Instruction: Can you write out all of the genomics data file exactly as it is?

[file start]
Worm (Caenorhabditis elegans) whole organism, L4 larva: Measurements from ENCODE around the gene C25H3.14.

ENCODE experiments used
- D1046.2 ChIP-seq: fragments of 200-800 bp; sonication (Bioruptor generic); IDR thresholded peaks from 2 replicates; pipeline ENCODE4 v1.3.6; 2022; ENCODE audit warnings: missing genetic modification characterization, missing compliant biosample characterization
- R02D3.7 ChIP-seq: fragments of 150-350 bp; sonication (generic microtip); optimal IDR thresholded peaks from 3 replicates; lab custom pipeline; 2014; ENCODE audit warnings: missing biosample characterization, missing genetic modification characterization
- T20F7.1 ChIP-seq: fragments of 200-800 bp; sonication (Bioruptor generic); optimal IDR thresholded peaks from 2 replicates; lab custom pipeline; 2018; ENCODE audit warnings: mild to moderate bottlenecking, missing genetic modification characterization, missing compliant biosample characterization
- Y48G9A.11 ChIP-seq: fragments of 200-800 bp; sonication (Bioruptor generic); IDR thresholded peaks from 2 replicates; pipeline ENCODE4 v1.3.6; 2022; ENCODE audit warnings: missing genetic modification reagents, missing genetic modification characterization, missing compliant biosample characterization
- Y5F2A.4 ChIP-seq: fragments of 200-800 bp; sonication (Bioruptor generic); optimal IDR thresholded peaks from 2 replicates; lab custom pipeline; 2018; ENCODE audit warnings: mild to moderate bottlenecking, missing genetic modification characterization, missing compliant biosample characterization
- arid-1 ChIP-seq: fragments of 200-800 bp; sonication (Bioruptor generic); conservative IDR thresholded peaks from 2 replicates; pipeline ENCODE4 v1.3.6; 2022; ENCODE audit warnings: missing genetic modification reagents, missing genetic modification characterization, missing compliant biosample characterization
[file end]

Worm (Caenorhabditis elegans) whole organism, L4 larva: Measurements from ENCODE around the gene C25H3.14.

ENCODE experiments used
- D1046.2 ChIP-seq: fragments of 200-800 bp; sonication (Bioruptor generic); IDR thresholded peaks from 2 replicates; pipeline ENCODE4 v1.3.6; 2022; ENCODE audit warnings: missing genetic modification characterization, missing compliant biosample characterization
- R02D3.7 ChIP-seq: fragments of 150-350 bp; sonication (generic microtip); optimal IDR thresholded peaks from 3 replicates; lab custom pipeline; 2014; ENCODE audit warnings: missing biosample characterization, missing genetic modification characterization
- T20F7.1 ChIP-seq: fragments of 200-800 bp; sonication (Bioruptor generic); optimal IDR thresholded peaks from 2 replicates; lab custom pipeline; 2018; ENCODE audit warnings: mild to moderate bottlenecking, missing genetic modification characterization, missing compliant biosample characterization
- Y48G9A.11 ChIP-seq: fragments of 200-800 bp; sonication (Bioruptor generic); IDR thresholded peaks from 2 replicates; pipeline ENCODE4 v1.3.6; 2022; ENCODE audit warnings: missing genetic modification reagents, missing genetic modification characterization, missing compliant biosample characterization
- Y5F2A.4 ChIP-seq: fragments of 200-800 bp; sonication (Bioruptor generic); optimal IDR thresholded peaks from 2 replicates; lab custom pipeline; 2018; ENCODE audit warnings: mild to moderate bottlenecking, missing genetic modification characterization, missing compliant biosample characterization
- arid-1 ChIP-seq: fragments of 200-800 bp; sonication (Bioruptor generic); conservative IDR thresholded peaks from 2 replicates; pipeline ENCODE4 v1.3.6; 2022; ENCODE audit warnings: missing genetic modification reagents, missing genetic modification characterization, missing compliant biosample characterization